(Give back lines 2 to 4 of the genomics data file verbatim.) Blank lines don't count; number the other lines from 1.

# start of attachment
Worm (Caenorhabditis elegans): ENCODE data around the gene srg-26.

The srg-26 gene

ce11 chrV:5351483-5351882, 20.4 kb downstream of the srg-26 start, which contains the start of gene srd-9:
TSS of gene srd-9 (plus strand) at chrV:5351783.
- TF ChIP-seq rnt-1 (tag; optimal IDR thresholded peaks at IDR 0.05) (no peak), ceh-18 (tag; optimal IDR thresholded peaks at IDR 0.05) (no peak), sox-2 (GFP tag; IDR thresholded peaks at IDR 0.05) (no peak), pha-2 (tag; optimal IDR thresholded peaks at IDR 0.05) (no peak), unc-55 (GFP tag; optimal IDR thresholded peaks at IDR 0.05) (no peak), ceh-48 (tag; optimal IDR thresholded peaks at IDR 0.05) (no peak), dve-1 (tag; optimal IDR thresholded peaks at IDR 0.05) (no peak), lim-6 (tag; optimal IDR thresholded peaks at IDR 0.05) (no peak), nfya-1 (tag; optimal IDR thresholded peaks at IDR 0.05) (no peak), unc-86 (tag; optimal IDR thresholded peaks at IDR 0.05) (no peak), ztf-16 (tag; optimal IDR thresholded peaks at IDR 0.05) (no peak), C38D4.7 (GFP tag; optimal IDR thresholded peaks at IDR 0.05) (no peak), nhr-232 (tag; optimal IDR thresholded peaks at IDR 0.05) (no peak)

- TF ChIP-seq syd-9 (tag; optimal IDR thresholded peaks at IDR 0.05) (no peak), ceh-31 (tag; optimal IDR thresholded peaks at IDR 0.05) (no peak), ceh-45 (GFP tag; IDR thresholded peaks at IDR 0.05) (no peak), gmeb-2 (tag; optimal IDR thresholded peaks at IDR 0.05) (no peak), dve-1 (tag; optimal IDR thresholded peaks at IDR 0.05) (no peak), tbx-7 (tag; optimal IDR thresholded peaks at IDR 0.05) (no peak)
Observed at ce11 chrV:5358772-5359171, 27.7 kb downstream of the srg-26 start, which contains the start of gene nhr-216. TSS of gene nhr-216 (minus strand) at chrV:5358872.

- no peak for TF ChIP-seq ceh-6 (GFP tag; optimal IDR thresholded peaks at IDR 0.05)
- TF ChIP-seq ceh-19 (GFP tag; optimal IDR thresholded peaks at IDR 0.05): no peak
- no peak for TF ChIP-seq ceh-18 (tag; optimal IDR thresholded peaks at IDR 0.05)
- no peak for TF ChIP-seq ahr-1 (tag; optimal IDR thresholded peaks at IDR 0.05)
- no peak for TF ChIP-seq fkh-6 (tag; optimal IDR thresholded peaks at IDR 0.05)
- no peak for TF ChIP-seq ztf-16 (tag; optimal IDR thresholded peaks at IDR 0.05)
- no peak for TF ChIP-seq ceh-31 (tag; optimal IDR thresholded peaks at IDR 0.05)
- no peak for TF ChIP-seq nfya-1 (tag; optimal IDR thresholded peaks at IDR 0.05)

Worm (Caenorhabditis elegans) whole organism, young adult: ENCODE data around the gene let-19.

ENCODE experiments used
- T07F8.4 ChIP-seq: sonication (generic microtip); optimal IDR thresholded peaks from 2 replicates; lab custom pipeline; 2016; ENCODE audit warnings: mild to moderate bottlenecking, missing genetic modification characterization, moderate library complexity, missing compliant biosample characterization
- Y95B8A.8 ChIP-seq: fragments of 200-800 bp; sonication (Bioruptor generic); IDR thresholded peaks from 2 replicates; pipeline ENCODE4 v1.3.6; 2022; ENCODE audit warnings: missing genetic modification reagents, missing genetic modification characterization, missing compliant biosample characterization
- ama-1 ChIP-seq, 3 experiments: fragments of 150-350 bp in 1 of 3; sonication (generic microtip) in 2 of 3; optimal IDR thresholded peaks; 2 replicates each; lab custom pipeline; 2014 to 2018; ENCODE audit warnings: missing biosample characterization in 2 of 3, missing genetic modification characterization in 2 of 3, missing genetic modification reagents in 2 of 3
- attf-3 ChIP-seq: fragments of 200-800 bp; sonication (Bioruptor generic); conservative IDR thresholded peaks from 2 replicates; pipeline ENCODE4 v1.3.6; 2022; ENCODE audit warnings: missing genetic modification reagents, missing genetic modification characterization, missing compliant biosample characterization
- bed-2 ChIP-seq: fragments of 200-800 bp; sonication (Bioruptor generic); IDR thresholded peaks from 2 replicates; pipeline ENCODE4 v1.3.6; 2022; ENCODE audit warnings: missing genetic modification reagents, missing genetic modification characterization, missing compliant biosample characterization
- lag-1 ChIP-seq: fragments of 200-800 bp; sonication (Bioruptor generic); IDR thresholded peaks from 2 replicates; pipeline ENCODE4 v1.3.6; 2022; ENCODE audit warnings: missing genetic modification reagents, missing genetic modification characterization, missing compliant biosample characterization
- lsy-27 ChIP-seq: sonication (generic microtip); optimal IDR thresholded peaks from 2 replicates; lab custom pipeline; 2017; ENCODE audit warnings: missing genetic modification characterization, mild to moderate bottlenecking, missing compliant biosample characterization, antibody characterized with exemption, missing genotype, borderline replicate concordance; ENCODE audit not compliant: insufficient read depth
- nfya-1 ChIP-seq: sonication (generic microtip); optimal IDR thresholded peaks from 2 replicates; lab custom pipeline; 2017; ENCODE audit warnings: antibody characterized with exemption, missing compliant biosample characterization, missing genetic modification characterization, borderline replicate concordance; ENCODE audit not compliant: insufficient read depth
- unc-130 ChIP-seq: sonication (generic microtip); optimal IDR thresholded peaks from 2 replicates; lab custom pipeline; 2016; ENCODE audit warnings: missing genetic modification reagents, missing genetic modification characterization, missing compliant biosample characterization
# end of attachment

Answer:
The srg-26 gene

ce11 chrV:5351483-5351882, 20.4 kb downstream of the srg-26 start, which contains the start of gene srd-9:
TSS of gene srd-9 (plus strand) at chrV:5351783.